'Blue card' trials delayed as FIFA says talk of introduction 'premature'

The new card and sin-bins were due to be part of fresh trials.

Football’s rule-making body IFAB has delayed publishing details of trials of ‘blue cards’ and sin-bins as FIFA said that reports of their imminent use in professional football were “incorrect and premature”.

IFAB first floated plans to use sin-bins and a new card in addition to the current yellow and red in November, saying that steps needed to be taken in an attempt to stop cynical fouls.

After seeing some success with sin-bins at grassroots level, IFAB are keen to continue the experiment at a higher level and were expected to publish details of further trials on Friday.

However, after their plans were widely reported and sparked reaction from managers and fans, as well as a clear statement from FIFA, further talks on the plan will now take place at IFAB’s meeting in Scotland in early March.

The move is intended to deal with two offences that the rule-makers don’t think are effectively covered by the traditional yellow and red card system.

The new blue card would be used to deal with dissent and tactical fouls. Giorgio Chiellini’s tug on Bukayo Saka in the Euro 2020 final has been presented as an example where a yellow card is considered insufficient because of the nature and context of the foul.

On being shown a blue card, players would be ordered to their technical area to sit out ten minutes. If a player has already been shown a yellow card, or has previously seen a blue card then they would be sent off.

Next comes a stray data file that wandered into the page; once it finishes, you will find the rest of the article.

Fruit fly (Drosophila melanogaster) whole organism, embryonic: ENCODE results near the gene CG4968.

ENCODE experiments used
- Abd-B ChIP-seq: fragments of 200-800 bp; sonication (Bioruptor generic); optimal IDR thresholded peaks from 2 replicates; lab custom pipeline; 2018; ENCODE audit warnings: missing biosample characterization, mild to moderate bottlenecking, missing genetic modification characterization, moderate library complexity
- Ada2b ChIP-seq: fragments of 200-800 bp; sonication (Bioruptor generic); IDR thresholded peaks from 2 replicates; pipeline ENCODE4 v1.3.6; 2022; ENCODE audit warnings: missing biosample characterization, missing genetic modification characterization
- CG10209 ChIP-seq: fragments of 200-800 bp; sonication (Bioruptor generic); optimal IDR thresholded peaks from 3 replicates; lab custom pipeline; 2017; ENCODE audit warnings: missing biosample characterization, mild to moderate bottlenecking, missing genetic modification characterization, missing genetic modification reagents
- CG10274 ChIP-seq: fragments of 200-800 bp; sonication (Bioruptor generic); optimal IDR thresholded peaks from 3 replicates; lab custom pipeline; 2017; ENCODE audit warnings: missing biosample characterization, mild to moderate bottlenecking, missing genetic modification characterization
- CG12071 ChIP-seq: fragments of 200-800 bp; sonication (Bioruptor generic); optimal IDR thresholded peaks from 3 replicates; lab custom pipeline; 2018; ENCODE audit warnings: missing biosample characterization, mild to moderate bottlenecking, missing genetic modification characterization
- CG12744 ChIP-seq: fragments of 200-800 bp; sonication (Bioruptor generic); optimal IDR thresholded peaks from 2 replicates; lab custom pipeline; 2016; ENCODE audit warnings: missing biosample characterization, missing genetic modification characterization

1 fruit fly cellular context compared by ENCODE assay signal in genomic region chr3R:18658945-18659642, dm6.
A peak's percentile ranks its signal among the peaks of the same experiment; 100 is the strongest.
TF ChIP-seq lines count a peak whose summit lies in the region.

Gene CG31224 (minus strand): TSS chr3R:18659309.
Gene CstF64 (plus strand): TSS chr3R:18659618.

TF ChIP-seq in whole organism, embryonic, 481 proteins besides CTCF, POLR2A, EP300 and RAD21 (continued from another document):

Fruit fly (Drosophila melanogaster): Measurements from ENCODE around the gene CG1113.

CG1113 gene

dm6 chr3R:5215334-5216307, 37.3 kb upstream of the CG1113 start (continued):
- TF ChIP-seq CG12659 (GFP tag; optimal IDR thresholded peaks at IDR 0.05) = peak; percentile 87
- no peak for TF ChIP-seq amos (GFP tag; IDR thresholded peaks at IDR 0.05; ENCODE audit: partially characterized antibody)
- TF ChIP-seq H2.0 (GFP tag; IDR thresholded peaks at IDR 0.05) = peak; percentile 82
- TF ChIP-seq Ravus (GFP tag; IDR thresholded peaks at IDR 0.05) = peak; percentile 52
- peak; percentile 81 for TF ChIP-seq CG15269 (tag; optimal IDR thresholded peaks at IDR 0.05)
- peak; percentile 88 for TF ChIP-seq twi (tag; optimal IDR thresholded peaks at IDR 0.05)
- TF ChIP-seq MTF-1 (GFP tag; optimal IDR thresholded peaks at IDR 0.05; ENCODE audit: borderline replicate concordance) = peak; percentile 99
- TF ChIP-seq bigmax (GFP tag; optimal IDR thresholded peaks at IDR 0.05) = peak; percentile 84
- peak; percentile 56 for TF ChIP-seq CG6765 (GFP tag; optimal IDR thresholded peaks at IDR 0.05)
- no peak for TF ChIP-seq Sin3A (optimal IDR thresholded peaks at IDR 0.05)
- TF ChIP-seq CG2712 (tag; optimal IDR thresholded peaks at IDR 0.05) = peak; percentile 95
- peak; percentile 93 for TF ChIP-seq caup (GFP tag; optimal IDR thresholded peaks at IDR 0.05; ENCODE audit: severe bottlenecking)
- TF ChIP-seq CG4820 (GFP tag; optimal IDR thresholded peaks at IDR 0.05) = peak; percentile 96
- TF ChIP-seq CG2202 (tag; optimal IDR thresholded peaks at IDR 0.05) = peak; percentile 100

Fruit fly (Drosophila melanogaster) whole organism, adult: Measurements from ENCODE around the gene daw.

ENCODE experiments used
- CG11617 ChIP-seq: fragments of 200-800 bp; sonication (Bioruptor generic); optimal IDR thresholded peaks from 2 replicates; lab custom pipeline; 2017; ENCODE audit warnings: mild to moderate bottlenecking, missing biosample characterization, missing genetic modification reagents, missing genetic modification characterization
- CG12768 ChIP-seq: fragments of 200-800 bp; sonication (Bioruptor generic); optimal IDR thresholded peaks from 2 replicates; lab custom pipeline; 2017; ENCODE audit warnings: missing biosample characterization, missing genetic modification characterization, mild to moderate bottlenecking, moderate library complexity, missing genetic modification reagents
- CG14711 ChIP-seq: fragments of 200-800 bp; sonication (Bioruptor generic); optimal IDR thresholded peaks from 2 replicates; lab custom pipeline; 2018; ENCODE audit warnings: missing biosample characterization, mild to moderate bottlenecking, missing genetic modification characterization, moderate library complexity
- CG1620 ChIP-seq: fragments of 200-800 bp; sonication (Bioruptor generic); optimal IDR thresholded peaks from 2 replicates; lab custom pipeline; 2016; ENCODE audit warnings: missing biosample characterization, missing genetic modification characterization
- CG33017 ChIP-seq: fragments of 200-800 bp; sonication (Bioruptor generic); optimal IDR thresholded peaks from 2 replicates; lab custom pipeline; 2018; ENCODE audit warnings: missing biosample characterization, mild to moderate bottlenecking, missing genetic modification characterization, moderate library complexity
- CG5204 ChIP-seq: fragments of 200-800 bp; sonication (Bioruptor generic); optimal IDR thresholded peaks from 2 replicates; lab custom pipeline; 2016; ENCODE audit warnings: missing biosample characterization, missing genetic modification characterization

Two blue cards would also merit dismissal.

There is no timeframe on when the system could be introduced at the top level if deemed to be a success but FIFA were quick to distance themselves from the plan after news emerged about the trials.

A tweet from the world football governing body read: “FIFA wishes to clarify that reports of the so-called ‘blue card’ at elite levels of football are incorrect and premature.

“Any such trials, if implemented, should be limited to testing in a responsible manner at lower levels, a position that FIFA intends to reiterate when this agenda item is discussed at the IFAB AGM on March 1.”

Asked about the proposals, Celtic manager Brendan Rodgers laughed at the choice of colour and said the change was unnecessary.

“As soon as I saw it I thought, for it to work in Scotland they had better have a green card as well as a blue card,” Rodgers joked.

“Or we might be in trouble.

“Just don’t complicate it. Make a decision. Red or yellow card. You don’t need a blue card up here, that’s for sure.”

Rangers manager Philippe Clement took a similar view on the added layer of complication.

“I understand the idea behind it,” he said. “I think also there needs to be something done in general about contact with referees and how to do it.

“But the thing about taking players out for ten minutes, I think will create much more nervousness, stress.

“How long does it take to get a player off the pitch? They changed the rule to get them off on the shortest side because there was a lot of lost time before that. You’ll have that even more.

“When does the ten minutes start? Is it playing time, real time? What are teams going to do with a man less and what does that do for the game of football?

“I’m totally not a fan of it. It makes another game and we need to be careful not to change the game.

“We have a really good product with the game of football and it’s really important for the game to be fluent.

“The more stops and dead moments you have, the less good the product is.”

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